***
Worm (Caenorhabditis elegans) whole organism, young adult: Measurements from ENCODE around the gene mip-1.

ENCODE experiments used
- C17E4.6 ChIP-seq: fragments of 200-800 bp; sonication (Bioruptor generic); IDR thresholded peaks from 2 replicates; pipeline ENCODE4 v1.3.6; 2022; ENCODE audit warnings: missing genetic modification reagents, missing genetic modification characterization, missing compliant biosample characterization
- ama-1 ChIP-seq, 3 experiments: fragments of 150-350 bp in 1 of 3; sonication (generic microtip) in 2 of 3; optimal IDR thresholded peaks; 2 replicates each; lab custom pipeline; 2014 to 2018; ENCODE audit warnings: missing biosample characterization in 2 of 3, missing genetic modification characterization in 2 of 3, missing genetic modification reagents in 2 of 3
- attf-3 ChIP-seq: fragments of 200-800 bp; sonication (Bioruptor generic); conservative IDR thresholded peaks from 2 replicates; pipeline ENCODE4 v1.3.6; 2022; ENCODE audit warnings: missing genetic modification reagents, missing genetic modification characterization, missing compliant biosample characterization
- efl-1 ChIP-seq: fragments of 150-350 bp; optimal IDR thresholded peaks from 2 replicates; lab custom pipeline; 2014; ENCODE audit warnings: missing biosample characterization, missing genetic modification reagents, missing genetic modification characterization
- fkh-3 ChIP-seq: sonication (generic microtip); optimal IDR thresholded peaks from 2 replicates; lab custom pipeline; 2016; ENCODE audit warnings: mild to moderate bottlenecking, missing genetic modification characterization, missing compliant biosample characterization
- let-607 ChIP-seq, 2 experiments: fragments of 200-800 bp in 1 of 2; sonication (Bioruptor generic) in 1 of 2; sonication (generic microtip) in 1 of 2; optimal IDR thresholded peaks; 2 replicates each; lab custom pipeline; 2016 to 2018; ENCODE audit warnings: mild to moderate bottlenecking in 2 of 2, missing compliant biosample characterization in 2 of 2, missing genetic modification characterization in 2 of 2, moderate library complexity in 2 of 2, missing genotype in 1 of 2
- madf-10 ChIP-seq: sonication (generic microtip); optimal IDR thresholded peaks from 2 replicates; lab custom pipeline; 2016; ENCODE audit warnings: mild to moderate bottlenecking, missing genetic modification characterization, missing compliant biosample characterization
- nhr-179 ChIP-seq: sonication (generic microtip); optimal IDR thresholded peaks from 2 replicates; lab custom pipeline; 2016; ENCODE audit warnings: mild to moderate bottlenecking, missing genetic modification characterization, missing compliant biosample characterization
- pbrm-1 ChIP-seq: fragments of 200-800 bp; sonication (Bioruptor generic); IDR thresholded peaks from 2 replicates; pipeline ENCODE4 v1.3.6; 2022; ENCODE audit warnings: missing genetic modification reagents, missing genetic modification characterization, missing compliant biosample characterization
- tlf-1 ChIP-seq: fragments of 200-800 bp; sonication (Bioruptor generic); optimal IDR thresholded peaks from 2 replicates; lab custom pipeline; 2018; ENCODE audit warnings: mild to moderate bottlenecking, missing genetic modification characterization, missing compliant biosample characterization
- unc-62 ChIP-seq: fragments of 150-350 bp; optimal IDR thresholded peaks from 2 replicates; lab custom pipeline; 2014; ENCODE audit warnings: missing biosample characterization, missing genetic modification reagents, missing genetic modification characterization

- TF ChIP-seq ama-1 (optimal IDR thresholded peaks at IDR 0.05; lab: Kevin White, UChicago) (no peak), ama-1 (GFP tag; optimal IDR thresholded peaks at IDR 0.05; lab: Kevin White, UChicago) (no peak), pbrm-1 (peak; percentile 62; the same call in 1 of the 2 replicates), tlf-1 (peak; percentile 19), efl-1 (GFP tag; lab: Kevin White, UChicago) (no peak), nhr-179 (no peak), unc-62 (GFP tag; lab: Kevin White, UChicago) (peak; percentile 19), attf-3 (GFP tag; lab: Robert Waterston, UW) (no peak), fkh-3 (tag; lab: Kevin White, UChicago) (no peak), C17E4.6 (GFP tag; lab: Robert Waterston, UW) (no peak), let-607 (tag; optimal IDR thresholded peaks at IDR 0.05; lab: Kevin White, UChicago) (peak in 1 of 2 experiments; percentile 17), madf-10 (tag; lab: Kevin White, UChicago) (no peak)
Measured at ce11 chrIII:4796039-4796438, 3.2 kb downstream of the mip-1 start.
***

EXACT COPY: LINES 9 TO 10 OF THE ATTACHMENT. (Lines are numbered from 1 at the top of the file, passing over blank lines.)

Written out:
- madf-10 ChIP-seq: sonication (generic microtip); optimal IDR thresholded peaks from 2 replicates; lab custom pipeline; 2016; ENCODE audit warnings: mild to moderate bottlenecking, missing genetic modification characterization, missing compliant biosample characterization
- nhr-179 ChIP-seq: sonication (generic microtip); optimal IDR thresholded peaks from 2 replicates; lab custom pipeline; 2016; ENCODE audit warnings: mild to moderate bottlenecking, missing genetic modification characterization, missing compliant biosample characterization